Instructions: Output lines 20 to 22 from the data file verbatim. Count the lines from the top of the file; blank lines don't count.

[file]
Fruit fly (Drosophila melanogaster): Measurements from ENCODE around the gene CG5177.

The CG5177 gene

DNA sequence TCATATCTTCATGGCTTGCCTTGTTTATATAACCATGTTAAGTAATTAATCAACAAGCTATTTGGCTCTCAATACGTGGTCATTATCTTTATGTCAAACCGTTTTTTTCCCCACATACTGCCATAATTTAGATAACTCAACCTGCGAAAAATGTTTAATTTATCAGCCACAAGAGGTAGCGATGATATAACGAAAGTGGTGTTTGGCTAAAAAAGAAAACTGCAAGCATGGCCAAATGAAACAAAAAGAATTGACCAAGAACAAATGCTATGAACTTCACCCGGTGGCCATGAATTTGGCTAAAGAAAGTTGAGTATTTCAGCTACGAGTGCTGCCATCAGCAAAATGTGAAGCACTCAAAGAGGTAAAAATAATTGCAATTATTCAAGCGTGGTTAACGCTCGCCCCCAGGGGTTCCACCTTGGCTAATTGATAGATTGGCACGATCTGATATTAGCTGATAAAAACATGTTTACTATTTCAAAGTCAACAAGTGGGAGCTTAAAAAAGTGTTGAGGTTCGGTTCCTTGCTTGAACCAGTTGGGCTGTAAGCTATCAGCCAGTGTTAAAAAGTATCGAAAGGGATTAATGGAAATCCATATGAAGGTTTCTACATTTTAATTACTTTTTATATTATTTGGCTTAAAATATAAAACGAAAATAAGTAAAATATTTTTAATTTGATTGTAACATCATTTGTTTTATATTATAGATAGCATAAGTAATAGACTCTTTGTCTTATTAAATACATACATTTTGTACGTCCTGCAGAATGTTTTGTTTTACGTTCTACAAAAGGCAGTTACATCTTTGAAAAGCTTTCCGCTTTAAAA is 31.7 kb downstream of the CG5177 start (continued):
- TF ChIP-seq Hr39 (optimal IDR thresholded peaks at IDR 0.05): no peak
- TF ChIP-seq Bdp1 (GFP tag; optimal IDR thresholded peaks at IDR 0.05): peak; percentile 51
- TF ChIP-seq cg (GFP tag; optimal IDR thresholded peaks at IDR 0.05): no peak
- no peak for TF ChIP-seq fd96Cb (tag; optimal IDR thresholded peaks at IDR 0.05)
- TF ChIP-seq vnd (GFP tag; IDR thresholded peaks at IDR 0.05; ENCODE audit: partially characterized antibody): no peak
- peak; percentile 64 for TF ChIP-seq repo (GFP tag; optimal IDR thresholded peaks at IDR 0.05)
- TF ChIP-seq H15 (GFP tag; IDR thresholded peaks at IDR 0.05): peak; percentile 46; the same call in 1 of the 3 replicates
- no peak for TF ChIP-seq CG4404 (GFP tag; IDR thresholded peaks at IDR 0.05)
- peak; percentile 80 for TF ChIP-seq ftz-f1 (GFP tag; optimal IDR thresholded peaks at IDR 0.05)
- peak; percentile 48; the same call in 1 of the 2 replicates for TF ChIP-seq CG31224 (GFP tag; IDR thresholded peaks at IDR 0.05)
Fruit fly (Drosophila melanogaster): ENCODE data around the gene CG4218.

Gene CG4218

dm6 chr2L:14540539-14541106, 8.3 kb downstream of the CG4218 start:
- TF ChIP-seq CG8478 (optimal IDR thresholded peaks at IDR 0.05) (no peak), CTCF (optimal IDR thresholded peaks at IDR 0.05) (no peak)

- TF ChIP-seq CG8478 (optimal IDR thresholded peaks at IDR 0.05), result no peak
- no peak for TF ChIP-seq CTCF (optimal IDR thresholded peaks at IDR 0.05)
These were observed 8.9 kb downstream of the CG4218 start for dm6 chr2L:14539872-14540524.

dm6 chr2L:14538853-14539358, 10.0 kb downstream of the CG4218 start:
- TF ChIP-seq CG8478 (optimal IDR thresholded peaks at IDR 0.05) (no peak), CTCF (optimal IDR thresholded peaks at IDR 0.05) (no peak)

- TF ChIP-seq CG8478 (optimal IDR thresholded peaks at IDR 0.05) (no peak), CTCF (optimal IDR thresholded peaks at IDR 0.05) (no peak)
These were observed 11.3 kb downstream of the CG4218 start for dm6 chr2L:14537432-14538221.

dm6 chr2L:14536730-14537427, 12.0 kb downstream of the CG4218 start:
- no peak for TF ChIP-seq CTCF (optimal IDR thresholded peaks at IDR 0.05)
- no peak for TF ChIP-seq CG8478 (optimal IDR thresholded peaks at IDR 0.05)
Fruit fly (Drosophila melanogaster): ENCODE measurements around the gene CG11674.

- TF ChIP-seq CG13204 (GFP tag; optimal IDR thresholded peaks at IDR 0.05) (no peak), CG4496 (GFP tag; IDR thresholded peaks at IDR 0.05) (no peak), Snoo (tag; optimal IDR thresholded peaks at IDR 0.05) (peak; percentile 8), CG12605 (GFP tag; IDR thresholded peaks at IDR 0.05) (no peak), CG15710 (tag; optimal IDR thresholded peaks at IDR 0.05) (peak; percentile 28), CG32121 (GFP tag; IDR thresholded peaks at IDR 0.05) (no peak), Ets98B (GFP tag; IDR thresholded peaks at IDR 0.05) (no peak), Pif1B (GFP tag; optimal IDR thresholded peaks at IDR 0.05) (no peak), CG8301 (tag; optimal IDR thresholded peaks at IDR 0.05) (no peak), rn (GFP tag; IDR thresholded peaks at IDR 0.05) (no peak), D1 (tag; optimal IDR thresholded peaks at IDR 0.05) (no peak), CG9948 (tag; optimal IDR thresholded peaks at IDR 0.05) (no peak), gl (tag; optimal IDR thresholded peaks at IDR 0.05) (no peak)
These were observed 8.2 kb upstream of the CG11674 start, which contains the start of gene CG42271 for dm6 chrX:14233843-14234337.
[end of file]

These were observed 8.9 kb downstream of the CG4218 start for dm6 chr2L:14539872-14540524.

dm6 chr2L:14538853-14539358, 10.0 kb downstream of the CG4218 start:
- TF ChIP-seq CG8478 (optimal IDR thresholded peaks at IDR 0.05) (no peak), CTCF (optimal IDR thresholded peaks at IDR 0.05) (no peak)